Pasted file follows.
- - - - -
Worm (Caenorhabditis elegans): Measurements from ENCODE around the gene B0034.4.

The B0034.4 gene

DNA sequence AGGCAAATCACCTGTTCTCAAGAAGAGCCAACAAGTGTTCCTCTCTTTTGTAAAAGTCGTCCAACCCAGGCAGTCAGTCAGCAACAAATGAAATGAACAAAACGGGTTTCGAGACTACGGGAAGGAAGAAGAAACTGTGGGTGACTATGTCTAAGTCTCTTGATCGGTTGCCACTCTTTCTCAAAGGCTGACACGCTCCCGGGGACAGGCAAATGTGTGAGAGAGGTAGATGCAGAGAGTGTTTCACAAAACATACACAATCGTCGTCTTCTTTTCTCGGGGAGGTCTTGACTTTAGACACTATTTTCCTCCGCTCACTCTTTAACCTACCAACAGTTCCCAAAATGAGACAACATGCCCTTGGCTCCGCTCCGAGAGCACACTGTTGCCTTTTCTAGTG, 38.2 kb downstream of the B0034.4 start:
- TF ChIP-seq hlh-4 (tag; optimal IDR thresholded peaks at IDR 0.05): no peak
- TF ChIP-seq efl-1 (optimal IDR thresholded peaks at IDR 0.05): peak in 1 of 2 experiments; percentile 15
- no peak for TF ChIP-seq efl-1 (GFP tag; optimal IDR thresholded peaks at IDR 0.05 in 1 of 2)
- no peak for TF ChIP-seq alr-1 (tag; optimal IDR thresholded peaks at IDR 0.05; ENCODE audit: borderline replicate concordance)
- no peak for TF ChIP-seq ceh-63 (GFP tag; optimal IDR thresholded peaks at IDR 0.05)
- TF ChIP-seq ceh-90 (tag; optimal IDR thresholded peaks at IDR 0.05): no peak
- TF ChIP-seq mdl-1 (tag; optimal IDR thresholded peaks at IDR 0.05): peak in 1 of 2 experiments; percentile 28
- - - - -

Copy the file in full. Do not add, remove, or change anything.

Worm (Caenorhabditis elegans): Measurements from ENCODE around the gene B0034.4.

The B0034.4 gene

DNA sequence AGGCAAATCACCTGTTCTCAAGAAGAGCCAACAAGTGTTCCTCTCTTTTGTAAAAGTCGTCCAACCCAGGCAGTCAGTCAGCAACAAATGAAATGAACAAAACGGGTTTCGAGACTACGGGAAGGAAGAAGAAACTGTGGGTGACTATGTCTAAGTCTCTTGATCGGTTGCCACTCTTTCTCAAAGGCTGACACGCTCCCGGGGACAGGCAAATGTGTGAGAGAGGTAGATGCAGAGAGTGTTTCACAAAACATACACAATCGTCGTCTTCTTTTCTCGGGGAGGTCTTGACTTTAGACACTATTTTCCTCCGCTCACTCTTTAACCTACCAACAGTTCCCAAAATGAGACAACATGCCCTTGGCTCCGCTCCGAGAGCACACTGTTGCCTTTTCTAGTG, 38.2 kb downstream of the B0034.4 start:
- TF ChIP-seq hlh-4 (tag; optimal IDR thresholded peaks at IDR 0.05): no peak
- TF ChIP-seq efl-1 (optimal IDR thresholded peaks at IDR 0.05): peak in 1 of 2 experiments; percentile 15
- no peak for TF ChIP-seq efl-1 (GFP tag; optimal IDR thresholded peaks at IDR 0.05 in 1 of 2)
- no peak for TF ChIP-seq alr-1 (tag; optimal IDR thresholded peaks at IDR 0.05; ENCODE audit: borderline replicate concordance)
- no peak for TF ChIP-seq ceh-63 (GFP tag; optimal IDR thresholded peaks at IDR 0.05)
- TF ChIP-seq ceh-90 (tag; optimal IDR thresholded peaks at IDR 0.05): no peak
- TF ChIP-seq mdl-1 (tag; optimal IDR thresholded peaks at IDR 0.05): peak in 1 of 2 experiments; percentile 28